The new fiberglass boat was not a success, although the partners and other boat manufacturers recognized that this was the material of the future. The company was unable to recover its losses on the fiberglass boat, and by 1962, wooden-boat sales had begun to decline as well. The partners thus decided to dissolve the company while it was still solvent.

    Flying Finn, Inc. may have enjoyed a brief existence, but the company was influential, not only because it was part of a larger 1950s trend toward pleasure craft and other expensive leisure items that were emblems of postwar posterity. The company's goal was to produce more seaworthy leisure craft. Charles Wittholz introduced a unique "VU" design (named for its sharp "V"-shaped bow, designed to separate the waves more hydrodynamically, and a "U" transom for greater planing speed) so the boats would demonstrate superior handling in rough waters, like the East Coast. Boat dealers remarked on the "superior ride" and the way they stayed dry when testing the boats--a distinction the company took advantage of in its advertising.

  • Contents of Collection

    The collection includes business correspondence, advertising proofs and photographs of the company's product line (wooden and later fiberglass skiffs); blueprints and drawings for three boats (the Bayfin 17, the Seafin 21, and the Baybelle 16) by naval architect Charles Wittholz; and a history of the corporation.

  • Arrangement of Materials

    The collection is arranged in three series: Blueprints and Plans for Boats (1954-1960), Company Correspondence (1959-60), and Advertising, Publicity, and History (1955-1960).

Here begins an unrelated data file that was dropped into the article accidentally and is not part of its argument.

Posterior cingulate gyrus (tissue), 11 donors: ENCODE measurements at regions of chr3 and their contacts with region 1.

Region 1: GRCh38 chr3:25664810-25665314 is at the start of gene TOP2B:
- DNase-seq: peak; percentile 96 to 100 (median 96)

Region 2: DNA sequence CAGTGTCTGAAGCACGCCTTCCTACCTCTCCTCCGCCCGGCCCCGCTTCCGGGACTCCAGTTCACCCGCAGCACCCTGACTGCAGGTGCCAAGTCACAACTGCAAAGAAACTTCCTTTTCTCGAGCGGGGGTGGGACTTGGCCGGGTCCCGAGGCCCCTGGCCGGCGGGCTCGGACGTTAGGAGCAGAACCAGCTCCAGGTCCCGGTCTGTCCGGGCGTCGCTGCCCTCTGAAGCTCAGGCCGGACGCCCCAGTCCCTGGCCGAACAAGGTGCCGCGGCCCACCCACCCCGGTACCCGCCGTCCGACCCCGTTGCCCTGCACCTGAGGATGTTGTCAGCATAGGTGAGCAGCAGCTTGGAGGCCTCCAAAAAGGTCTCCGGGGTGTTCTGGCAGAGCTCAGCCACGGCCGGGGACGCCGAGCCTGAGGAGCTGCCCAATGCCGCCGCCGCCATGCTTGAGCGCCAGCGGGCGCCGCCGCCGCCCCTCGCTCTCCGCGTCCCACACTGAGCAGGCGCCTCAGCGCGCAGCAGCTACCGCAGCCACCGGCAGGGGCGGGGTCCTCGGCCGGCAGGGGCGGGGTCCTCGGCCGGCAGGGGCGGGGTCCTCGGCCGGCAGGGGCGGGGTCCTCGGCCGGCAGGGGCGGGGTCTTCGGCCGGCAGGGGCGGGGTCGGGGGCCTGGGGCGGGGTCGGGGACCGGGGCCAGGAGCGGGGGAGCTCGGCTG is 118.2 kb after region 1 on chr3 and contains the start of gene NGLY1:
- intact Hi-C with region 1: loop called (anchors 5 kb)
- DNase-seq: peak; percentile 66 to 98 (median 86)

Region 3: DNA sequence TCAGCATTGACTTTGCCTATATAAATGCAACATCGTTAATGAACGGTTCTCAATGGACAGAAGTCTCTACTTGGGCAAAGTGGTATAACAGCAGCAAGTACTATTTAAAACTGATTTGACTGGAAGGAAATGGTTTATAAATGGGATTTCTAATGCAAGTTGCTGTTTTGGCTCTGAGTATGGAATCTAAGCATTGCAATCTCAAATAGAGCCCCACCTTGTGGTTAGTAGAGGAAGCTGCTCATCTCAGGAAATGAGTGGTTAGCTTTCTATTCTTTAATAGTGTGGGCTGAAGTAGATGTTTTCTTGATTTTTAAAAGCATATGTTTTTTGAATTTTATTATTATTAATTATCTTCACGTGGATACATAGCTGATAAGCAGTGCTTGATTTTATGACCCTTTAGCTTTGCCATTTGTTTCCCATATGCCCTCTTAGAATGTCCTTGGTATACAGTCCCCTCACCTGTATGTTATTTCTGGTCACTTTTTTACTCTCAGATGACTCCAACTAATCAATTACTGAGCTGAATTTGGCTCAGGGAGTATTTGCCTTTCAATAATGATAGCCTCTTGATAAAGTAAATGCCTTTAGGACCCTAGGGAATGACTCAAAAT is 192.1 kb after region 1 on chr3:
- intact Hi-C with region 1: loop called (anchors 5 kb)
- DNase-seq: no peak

• Immediate Source of Acquisition

    The collection was donated to the college by Mr. George's son, Robert George, Jr. on October 25, 2013.

  • Custodial History

  • Conditions Governing Access

    Appointments to examine materials must be made in advance. Please e-mail library@sunymaritime.edu for more information or to schedule an appointment.

  • Conditions Governing Use

    Reproductions may be provided to users to support research and scholarship. However, collection use is subject to all copyright laws. The responsibility to secure copyright permission rests with the patron.

  • Preferred Citation

    Identification of specific item; Date (if known); Flying Finn, Inc. Records, 1954-1960. Box Number. SUNY Maritime College.

  • Language of Materials

    Materials are entirely in English.

  • Processing Information

    The collection was initially processed by Katherine Hessler, who retained the order in which the materials were received. Some preservation measures were taken: photographs were sleeved, materials were foldered, and the blueprints and plans were rehoused in an oversized flat box. Margaret Hammitt-McDonald performed further processing in 2016: devising series, refining file names, and entering the collection into ArchivesSpace in compliance with DACS standards.

Components